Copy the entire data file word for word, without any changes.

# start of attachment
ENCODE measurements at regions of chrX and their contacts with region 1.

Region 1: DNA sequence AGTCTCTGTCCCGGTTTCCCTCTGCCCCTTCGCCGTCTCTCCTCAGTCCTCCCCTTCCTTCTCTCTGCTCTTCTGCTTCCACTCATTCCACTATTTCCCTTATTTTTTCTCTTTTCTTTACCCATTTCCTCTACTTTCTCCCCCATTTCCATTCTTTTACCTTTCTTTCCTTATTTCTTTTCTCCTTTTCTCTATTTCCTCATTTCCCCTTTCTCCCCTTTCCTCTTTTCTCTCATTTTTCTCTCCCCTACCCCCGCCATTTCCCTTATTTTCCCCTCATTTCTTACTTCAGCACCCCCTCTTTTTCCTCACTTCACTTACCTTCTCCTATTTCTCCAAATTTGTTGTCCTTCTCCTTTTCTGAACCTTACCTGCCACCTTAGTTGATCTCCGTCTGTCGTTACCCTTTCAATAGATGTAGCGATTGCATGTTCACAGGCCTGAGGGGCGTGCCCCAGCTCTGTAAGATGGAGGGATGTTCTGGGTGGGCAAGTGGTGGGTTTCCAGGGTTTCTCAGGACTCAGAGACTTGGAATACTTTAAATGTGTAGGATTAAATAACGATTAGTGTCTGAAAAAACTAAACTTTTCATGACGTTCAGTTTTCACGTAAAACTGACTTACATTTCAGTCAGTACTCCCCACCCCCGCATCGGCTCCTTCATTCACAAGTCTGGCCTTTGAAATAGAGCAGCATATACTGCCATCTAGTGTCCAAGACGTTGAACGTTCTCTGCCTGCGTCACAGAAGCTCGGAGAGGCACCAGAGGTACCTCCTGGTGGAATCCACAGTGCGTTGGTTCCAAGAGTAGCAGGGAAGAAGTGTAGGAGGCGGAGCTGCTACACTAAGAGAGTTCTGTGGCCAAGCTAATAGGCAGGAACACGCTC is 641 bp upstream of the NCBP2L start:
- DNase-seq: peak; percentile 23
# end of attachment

ENCODE measurements at regions of chrX and their contacts with region 1.

Region 1: DNA sequence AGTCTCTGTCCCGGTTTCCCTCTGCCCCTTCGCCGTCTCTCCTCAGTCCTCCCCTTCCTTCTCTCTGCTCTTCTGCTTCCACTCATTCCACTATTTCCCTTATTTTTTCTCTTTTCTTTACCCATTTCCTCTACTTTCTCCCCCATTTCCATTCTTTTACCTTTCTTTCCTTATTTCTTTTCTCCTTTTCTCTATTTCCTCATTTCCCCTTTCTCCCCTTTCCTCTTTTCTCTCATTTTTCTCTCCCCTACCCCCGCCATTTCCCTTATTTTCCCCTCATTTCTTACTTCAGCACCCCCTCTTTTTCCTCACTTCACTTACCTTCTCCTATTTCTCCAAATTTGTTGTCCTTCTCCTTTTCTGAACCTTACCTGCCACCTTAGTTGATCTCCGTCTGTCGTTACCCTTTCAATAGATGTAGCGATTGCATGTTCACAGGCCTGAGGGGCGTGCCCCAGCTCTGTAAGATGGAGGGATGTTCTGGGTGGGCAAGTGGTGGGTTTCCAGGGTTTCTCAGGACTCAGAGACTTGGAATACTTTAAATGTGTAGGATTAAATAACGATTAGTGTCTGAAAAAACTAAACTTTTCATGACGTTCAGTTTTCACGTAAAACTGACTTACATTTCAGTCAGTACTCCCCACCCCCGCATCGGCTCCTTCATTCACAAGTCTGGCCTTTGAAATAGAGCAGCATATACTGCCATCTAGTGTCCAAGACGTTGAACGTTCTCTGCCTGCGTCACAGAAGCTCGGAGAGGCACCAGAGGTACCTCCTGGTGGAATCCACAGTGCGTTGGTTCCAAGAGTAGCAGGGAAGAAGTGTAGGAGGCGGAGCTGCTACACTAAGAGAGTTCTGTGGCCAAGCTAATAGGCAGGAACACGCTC is 641 bp upstream of the NCBP2L start:
- DNase-seq: peak; percentile 23